American Dictionary of the English Language

Dictionary Search


TAINT, verb transitive [Latin tingo; Gr. to dye, literally to dip, primarily to thrust, the sense of Latin tango; and n not being radical, the real word is tego or tago, coinciding with Eng. duck; hence its sense in extinguo. See Dye, Attaint and Tinge.]

1. To imbue or impregnate, as with some extraneous matter which alters the sensible qualities of the substance.

The spaniel struck

Stiff by the tainted gale--

2. More generally, to impregnate with something odious, noxious or poisonous; as, putrid substances taint the air.

3. To infect; to poison. The breath of consumptive lungs is said to taint sound lungs.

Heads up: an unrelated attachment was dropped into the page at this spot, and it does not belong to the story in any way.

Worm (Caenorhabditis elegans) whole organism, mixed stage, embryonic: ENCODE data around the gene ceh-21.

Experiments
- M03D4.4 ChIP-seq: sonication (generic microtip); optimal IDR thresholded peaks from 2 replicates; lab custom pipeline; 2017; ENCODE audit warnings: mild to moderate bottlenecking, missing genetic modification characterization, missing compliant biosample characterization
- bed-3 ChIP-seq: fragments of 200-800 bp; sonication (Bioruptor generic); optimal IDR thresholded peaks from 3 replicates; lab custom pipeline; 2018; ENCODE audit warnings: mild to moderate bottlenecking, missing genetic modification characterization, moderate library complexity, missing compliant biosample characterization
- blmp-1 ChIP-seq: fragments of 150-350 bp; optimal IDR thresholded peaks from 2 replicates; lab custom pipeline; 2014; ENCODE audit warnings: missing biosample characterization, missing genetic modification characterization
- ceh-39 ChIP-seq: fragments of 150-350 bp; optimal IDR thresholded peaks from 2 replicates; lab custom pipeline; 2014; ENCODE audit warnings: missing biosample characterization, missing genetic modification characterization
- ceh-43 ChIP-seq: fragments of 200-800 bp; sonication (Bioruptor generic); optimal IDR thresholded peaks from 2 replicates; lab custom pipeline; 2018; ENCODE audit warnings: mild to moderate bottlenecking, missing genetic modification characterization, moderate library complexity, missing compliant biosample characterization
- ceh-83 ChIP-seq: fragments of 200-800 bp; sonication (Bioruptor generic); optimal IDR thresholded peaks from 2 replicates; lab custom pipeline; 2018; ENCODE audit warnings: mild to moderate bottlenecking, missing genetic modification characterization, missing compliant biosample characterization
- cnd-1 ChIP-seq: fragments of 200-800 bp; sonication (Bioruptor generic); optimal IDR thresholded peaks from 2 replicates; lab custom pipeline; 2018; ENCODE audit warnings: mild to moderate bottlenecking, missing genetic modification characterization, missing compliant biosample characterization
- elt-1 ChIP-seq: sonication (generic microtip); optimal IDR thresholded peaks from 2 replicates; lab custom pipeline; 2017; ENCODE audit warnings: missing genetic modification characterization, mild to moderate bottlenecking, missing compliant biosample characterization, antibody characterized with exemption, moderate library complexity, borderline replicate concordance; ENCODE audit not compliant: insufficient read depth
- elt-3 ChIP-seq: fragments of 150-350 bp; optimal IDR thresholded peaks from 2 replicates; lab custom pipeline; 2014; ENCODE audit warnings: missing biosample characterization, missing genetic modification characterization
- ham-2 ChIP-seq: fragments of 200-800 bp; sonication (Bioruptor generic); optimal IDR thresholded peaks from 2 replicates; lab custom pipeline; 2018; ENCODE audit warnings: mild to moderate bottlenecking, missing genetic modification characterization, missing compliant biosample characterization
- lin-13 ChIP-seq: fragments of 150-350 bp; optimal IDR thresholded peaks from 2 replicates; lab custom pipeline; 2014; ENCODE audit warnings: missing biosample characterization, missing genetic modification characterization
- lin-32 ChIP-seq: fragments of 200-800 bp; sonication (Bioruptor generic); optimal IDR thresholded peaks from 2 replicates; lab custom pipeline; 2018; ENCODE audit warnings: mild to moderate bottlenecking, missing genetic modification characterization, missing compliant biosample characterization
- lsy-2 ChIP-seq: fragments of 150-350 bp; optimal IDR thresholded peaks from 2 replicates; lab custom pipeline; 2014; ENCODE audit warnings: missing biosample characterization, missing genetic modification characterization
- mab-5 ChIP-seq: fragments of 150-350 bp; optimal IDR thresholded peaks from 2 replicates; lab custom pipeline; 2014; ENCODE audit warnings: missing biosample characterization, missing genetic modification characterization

4. To corrupt, as by incipient putrefaction; as tainted meat.

5. To stain; to sully; to tarnish.

We come not by the way of accusation

To taint that honor every good tongue blesses.

6. To corrupt, as blood; to attaint. [Not in use.] [See Attaint.]

TAINT, verb intransitive To be infected or corrupted; to be touched with something corrupting.

I cannot taint with fear.

1. To be affected with incipient putrefaction.

Meat soon taints in warm weather.

TAINT, noun Tincture; stain.

1. Infection; corruption; depravation. Keep children from the taint of low and vicious company.

2. A stain; a spot; a blemish on reputation.

3. An insect; a kind of spider.